Man, we sure do love us some stingrays. Especially those in the Potamotrygonidae group… that’s the freshwater stingrays, if you didn’t know. Potamotrygon actually is two Greek words put together! Potamos means ‘river’ and trygon means ‘a sting ray.’ Neat!
Up next we want to talk about the white-blotched river stingray (Potamotrygon leopoldi), not to be confused with all the other river rays that are black with white spots. And trust us… there are A LOT of those. They are a dark black to brown-dusk color with large white spots scattered about. A benthopelagic critter, they are only found in the South American Xingu River basin, which feeds into the Xingu and Fresco rivers. They can get up to 111 cm wide (WD male/unsexed) and apparently can weigh up to a whopping 17 kg—sometimes maybe even more! As you can guess, the females do grow to be larger than the males.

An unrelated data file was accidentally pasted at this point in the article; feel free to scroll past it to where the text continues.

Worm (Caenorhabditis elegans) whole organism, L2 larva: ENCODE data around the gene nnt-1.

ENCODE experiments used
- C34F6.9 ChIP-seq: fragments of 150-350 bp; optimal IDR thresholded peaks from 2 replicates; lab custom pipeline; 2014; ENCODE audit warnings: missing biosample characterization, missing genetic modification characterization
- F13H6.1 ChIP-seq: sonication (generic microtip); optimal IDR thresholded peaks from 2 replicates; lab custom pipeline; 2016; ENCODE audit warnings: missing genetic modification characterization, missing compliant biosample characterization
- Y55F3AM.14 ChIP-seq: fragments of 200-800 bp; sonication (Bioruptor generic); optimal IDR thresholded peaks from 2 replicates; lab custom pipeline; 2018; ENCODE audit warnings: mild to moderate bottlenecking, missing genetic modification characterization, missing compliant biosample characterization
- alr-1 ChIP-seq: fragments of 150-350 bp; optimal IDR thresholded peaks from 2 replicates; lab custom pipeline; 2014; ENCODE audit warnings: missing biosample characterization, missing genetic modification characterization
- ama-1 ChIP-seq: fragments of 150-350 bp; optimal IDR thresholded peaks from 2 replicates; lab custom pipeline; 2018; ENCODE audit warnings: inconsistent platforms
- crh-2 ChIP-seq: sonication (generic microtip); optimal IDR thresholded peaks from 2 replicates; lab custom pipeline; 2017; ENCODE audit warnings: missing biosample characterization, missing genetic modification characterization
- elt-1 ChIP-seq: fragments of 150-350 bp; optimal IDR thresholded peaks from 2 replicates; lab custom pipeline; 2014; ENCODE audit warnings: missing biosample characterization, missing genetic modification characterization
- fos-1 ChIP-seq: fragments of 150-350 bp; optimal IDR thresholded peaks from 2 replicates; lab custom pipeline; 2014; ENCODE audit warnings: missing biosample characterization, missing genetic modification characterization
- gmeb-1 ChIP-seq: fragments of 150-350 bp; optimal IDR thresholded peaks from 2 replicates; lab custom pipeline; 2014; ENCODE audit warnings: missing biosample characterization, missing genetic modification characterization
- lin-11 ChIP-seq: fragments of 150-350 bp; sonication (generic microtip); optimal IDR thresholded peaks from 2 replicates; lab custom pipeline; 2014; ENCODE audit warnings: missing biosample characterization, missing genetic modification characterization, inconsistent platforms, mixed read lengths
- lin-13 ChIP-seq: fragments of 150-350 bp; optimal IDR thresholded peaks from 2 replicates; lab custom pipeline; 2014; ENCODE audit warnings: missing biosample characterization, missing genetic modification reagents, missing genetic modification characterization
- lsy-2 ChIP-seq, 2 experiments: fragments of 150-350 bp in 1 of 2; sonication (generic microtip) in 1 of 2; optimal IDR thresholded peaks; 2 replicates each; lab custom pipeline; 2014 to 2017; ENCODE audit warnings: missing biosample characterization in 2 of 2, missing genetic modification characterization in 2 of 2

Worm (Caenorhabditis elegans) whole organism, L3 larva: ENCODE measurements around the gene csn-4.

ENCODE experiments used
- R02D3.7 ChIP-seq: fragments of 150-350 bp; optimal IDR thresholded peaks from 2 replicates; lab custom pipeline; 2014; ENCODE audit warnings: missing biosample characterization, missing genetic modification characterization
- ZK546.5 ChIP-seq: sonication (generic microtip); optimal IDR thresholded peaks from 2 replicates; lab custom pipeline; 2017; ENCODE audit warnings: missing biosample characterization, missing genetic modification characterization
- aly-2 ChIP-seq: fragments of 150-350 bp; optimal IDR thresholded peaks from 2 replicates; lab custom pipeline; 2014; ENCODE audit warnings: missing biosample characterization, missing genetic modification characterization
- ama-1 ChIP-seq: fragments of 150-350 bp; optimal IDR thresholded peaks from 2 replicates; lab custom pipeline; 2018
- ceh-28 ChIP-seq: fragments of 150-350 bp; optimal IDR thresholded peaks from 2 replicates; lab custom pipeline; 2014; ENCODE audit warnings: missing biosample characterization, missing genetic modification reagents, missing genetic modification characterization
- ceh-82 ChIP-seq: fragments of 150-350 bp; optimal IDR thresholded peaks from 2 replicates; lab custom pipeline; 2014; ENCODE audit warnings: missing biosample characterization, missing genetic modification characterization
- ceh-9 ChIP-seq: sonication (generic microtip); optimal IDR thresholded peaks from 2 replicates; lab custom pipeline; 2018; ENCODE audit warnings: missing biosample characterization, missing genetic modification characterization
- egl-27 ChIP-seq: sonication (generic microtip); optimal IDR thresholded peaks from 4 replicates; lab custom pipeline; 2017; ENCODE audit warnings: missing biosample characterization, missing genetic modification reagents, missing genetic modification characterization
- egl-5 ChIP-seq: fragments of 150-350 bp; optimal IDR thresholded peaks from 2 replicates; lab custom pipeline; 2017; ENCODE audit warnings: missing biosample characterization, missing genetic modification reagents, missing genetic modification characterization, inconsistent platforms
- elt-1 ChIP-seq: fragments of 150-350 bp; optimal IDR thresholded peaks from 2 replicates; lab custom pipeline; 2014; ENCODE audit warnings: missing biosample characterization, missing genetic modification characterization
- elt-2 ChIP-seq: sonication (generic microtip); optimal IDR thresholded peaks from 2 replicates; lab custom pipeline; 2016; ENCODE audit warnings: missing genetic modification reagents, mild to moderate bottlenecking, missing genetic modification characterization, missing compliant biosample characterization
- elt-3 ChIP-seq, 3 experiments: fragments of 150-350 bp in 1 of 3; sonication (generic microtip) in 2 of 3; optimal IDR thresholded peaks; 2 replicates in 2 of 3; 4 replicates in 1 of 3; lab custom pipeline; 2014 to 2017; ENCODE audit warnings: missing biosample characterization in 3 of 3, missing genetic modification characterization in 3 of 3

A tropical species, they love to bury themselves in the sand during the day… but during the night, they shake off the soft substrate and hunt for any invertebrates that may be running around the river’s bottom. Also known as the “Xingu River ray,” and the “polka-dot stingray,” you may have seen them in an aquarium as they are popular in the aquaria trade! We could not find their assessment on the IUCN website.
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TFUI Founder Melissa C. Marquez is author of all animal bios and "Behind the Fins" segments.
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